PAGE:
Well then, why all the pass balls? Why all the scored runs, if blocking the ball is the easy part? For years I have seen catchers as young as seven years old perfectly execute a block in a drill environment with me tossing balls at game speed. The problem is not whether they know how to block or not block, the problem is they do not know when to block. Read that again. The problem is not whether they know how to block or not block, the problem is they do not know when to block.

Their skill deficiency is not blocking but something much more difficult to learn. It’s a skill that can take years behind the plate for a catcher to develop. The skill? Pitch recognition.

So we ask, what can be so hard about recognizing that a pitch needs to be blocked? We as coaches can clearly see from the dugout that a pitch is going in the dirt, but we see the pitch from the dugout, from the side, not from the most difficult angle, the catcher’s view. Recognizing the trajectory of a ball going into the dirt through the catcher’s eyes is much more difficult. Most often by the time the catcher recognizes a ball is going in the dirt it is too late for them to block the ball and the only reaction that remains is to stand up and run to the backstop to retrieve it.

The Math

If pitch recognition is the problem, just how much time does a catcher have to recognize the ball is on a flight path that will require him/her her to block it? Here is some simple math to ponder.

For youth baseball I will use 45 feet as a common home to mound distance. If we assume the pitcher actually releases the ball four feet in front of the mound then the actual distance the ball is thrown is 41 feet. Conversely, since the catcher sets up approximately four feet behind the plate the actual travel distance to the catcher is back to 45 feet.

Using 50-MPH as a reasonable speed for twelve-years-old and under we find that speed over that distance equates to 73 feet per second. So a ball traveling from the pitcher’s release point to the catcher’s glove 45 feet away will take approximately .6 seconds. Yes six whole tenths of a second to find the ball after release, get a fix on its flight path, make the decision to block, and then to muster the technical expertise to actually block the ball properly!

For the girl’s game the numbers are similar; a 45-MPH pitch thrown from 40 feet away travels at 58 feet per second. So from release point to the catcher’s glove 40 feet away the time to react is also .6 seconds.

The point of the math lesson is to help coaches realize just how little time these 12 and under catchers have to figure out they need to block the ball, let alone actually execute proper blocking techniques. Remember this math the next time you yell at a catcher for not getting down to a ball in the dirt fast enough.

Receiving Stance

Before I explain how to train catchers in pitch recognition let me share something else that significantly handicaps most youth catchers when they try to block. I find that a key reason why players struggle to get to the ground quickly and block balls properly is improper receiving stance.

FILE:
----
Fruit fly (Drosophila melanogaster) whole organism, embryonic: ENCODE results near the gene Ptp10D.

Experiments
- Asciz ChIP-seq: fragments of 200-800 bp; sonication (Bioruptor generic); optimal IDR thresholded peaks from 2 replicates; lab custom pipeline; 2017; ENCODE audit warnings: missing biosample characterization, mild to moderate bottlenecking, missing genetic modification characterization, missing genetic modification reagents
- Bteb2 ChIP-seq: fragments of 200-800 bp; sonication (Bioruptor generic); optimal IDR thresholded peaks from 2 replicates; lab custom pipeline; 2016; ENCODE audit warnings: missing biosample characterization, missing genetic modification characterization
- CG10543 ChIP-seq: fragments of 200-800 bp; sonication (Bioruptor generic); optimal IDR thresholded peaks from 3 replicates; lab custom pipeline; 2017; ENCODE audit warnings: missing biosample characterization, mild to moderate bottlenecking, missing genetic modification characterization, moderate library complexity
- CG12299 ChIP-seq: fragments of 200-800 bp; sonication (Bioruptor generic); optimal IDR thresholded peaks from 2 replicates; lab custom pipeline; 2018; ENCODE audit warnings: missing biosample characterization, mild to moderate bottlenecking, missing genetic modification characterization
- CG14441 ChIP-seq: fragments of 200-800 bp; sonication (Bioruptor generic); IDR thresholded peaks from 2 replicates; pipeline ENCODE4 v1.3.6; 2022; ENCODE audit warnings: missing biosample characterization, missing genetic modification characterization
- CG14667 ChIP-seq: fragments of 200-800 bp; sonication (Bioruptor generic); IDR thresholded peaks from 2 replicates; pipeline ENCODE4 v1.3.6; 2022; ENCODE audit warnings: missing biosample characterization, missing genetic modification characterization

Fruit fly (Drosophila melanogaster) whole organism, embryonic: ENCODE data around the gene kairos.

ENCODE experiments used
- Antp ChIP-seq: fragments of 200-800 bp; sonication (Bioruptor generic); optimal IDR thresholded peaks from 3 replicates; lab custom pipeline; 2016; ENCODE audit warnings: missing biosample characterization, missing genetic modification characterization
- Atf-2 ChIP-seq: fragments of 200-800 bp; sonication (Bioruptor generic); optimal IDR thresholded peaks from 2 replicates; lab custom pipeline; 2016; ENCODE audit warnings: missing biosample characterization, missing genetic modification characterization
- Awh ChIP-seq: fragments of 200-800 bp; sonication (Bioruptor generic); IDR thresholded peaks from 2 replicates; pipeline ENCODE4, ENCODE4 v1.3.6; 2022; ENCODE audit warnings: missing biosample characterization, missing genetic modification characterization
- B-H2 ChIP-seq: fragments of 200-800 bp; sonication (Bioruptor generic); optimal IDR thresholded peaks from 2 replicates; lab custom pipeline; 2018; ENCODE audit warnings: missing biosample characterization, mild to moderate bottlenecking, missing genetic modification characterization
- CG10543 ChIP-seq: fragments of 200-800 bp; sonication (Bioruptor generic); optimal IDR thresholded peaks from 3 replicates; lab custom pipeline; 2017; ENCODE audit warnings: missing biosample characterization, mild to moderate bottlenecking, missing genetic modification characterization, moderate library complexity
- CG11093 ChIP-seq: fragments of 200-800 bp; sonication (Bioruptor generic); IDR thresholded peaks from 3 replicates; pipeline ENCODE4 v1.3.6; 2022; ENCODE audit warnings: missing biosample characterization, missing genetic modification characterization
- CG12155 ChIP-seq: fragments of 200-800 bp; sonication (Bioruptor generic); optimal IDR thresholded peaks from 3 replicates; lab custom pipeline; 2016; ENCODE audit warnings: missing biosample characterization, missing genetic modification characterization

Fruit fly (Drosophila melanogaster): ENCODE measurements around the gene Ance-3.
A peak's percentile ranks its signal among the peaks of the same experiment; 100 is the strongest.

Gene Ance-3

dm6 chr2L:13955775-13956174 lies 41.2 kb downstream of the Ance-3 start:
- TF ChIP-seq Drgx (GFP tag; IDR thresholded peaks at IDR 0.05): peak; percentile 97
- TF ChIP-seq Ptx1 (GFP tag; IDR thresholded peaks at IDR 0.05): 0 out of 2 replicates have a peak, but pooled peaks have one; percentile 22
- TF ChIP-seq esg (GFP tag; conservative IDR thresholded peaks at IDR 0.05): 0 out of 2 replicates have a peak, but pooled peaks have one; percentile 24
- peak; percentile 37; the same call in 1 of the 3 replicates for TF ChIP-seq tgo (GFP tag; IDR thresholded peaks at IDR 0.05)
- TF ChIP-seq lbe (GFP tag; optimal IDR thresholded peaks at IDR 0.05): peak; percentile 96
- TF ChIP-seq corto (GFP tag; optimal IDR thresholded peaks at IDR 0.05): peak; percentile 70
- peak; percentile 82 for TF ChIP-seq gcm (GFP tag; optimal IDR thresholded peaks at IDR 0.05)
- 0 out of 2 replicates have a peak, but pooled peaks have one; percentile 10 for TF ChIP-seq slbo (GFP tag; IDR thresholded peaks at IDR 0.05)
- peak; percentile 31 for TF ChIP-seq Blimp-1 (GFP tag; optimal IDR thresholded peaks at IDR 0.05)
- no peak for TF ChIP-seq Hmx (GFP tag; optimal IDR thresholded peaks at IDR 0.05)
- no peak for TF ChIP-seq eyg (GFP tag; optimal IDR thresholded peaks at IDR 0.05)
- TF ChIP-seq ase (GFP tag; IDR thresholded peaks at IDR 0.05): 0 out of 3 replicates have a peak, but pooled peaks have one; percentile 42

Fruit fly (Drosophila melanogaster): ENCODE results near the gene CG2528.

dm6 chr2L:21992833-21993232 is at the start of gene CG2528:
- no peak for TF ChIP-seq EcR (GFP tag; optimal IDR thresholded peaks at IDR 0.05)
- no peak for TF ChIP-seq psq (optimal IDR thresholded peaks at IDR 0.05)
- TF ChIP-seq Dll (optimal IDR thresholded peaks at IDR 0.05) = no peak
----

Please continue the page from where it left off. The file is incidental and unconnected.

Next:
Catchers must be in a stance that allows their first move to be down, rather than up when they begin to execute the block. The easiest way to accomplish this is to insure that their feet are far enough apart so their heel are in contact with the ground, toes are pointed up the baselines and their thighs are parallel to the ground. If they are in a deep crouch, like they should be with no runners on, then their hips will have to go up before they can begin to move towards the ground. A deep crouch will only add to the amount of time it takes to block a ball by making the athlete travel upward before they are able to drive to the ground.

Pitch Recognition Training Process

First and foremost realize that this is a process, a process that will take time. It may take hundreds if not thousands of pitches to reach a consistent level of performance. Coaches must realize that a ten-year-old who can learn the mechanics of blocking in few short lessons may take three or more seasons before he/she is proficient in consistently reading pitches.

  • When beginning this drill have the catcher get in their runners on base stance.
  • Remind them they need to block all balls in the dirt and receive properly all pitches that do not require blocking.
  • Inform them the situation is bottom of the last inning, you are up by one run and the tying run is on third.
  • Position yourself half the normal distance between home and the mound. This allows the coach to throw the ball more accurately each time.
  • Throw the first two pitches at least one foot over the catcher’s head. They will obviously not try to block these two pitches.
  • Throw the next two pitches in the dirt three feet before the plate. The catcher should immediately recognize these balls are in the dirt and immediately move to block.
  • Mix the next few pitches so they are thrown very high, and very low. Observe if the catcher successfully identifies and reacts properly to each pitch. During this particular part of the drill sequence what is most important is the catcher’s reaction. We are looking to see if the catcher CLEARLY demonstrates the ability to read the pitch location and responded accordingly. It is less important if the block is technically correct.
  • Once the catcher masters the above move the pitches such that high pitches are lower and more in the catcher’s range, and the low pitches bounce closer to the catcher. See if he/she begins to balk and gets caught in that nasty place between blocking and receiving.
  • You may find that the catcher will start to read the low pitches incorrectly as soon as the ball hits the ground just past the back point of the plate.